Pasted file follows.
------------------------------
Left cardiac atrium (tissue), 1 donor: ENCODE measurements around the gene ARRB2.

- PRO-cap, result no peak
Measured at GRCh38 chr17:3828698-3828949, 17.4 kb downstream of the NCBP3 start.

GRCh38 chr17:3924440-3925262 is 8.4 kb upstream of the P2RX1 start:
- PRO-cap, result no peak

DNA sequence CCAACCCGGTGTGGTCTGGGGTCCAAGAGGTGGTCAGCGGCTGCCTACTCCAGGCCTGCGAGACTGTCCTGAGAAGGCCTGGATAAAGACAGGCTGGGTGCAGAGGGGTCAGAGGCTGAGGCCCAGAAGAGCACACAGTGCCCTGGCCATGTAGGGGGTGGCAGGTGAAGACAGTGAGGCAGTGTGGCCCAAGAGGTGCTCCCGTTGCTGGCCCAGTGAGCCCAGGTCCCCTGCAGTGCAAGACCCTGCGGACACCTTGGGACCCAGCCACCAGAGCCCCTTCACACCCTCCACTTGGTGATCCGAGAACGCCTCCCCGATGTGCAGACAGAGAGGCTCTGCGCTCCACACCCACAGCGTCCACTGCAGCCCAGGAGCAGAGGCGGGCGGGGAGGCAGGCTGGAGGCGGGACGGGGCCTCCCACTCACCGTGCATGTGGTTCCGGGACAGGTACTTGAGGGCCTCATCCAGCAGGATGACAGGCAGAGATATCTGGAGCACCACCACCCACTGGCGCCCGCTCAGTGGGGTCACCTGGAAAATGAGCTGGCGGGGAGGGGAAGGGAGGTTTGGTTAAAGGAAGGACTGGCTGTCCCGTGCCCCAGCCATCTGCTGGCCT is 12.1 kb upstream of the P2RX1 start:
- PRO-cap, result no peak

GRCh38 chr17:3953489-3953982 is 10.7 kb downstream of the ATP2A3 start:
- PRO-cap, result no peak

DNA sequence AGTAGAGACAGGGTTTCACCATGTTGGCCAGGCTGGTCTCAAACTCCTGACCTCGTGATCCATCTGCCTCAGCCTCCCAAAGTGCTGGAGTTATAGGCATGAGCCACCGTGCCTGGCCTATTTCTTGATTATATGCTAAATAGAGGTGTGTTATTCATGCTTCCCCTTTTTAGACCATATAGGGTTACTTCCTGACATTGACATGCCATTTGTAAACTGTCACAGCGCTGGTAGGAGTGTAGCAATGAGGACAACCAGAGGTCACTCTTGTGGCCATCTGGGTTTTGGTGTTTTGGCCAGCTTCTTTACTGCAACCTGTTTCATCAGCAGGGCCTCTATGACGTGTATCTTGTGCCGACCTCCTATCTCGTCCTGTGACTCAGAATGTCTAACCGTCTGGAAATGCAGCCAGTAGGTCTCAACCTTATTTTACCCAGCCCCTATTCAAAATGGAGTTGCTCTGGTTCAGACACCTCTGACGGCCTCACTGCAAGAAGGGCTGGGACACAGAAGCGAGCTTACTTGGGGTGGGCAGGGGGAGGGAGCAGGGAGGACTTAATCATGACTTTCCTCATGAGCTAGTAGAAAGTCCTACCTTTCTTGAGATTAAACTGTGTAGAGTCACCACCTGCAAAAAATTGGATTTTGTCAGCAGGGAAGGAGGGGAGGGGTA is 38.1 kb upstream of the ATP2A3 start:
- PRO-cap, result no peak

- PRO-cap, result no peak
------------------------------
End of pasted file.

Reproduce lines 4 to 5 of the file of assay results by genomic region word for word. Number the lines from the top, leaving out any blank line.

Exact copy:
GRCh38 chr17:3924440-3925262 is 8.4 kb upstream of the P2RX1 start:
- PRO-cap, result no peak